Create a YouTube video that’s too long or content that doesn’t get right to the point, and the customer won’t watch or read. Understanding that attention spans are getting ever shorter will be a challenge for B2C marketers.
Marketers must also be able to stay abreast of changing markets that are packed to the gills with competitors – all of which are vying for your customer’s attention. An obvious tactic would be to monitor what the competition is doing by using software or products that analyze website traffic, keywords, and so on.
But perhaps the most important trend is the continued use of data analytics in digital marketing strategies. Marketers must harness the power of data to understand how their customers behave online.
And while customer data and information on how marketing campaigns perform can be enormously helpful to marketers, staying on top of it, not to mention making sense of it through analytics, is a huge challenge.
Done correctly, data analysis helps you improve B2C marketing strategies by learning about and understanding customer behavior.
The B2C marketing stack
B2C marketers are under pressure to perform. The B2C marketing stack is critical in achieving good outcomes, but B2C is so various, there is no one-size-fits-all solution. Most B2C marketers will need capabilities for ecommerce, content (content management systems and digital asset management), social media and a way to analyse customer data.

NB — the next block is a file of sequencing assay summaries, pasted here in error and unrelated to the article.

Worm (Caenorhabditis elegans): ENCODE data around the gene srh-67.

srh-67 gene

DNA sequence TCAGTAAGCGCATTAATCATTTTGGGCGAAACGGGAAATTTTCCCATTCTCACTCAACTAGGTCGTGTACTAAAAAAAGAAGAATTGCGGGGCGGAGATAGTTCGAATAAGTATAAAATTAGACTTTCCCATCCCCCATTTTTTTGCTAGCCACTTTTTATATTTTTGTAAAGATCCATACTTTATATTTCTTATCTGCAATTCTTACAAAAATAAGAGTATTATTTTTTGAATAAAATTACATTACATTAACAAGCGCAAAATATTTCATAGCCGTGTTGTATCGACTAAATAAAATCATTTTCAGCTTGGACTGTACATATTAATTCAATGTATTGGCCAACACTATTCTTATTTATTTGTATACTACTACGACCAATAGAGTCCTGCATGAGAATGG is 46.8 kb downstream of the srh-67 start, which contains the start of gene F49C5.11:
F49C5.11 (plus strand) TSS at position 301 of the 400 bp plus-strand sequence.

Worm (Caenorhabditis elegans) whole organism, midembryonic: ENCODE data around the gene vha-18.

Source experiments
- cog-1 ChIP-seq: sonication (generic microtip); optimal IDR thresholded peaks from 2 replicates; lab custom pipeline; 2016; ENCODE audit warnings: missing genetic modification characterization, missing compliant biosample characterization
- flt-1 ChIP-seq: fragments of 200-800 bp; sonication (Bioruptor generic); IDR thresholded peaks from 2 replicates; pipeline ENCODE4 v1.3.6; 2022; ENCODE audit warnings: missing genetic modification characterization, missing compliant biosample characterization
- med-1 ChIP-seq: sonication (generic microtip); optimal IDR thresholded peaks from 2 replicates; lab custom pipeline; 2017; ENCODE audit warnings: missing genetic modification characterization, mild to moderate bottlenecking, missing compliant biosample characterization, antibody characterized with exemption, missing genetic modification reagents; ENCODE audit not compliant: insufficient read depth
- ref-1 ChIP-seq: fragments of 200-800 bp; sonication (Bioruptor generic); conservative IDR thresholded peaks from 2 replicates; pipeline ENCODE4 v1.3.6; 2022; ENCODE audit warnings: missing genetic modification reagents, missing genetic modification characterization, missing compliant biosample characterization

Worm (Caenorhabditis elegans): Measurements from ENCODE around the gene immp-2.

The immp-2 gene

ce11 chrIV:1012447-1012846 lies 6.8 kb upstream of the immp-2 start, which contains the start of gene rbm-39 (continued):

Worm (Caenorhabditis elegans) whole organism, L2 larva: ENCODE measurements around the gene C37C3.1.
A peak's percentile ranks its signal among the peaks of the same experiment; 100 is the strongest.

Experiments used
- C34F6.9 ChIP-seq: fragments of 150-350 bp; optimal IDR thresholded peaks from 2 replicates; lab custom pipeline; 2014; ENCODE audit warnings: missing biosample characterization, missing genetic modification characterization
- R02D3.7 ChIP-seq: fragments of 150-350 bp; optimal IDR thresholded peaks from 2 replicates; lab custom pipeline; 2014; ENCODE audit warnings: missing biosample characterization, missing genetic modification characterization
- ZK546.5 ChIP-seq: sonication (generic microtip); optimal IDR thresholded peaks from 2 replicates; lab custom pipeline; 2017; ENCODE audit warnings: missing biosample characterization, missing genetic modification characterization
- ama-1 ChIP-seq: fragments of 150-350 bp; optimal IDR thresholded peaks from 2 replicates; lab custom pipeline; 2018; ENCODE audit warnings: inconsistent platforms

The digital experience platform (DXP) category features vendors who offer some or all of these solutions. Some businesses will prefer to put together their own custom stacks from individual point solutions. Recognizing this, DXPs generally offer subscriptions to solutions within their platform rather than lock businesses into the entire offering.
Explore platform capabilities from vendors like Sitecore, Optimizely, Pantheon, WordPressVIP and more in the full MarTech Intelligence Report on digital experience platforms.
Resources for leaning more about B2C
There is a wealth of information about B2C marketing available, including our own ongoing coverage of B2C and D2C brands like Apple Rose, Cherry Bombe, David’s Bridal, Lucchese and Paul&Shark. Here’s a selection of additional resources:
B2C Marketing: A regularly updated blog from the independent analyst firm Forrester.
Marketers’ Guide to B2C Brand Strategy: An overview of the topic from independent analyst firm Gartner.
The Adobe blog: Adobe is a vendor of marketing technology, of course, but it processes trillions of consumer data points and is a valuable source of information on consumer behavior.
B2C Content Marketing: A deep dive into perhaps the most important element of B2C marketing from agency Grow & Convert.
B2B vs B2C Marketing: 5 Differences Every Marketer Needs to Know: A closer look at the differences between the spaces from online advertising agency Wordstream.
The Ultimate Guide To Profitable B2C Marketing: Another take on strategies that work from marketing services firm ReVerb.
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Opinions expressed in this article are those of the guest author and not necessarily MarTech. Staff authors are listed here.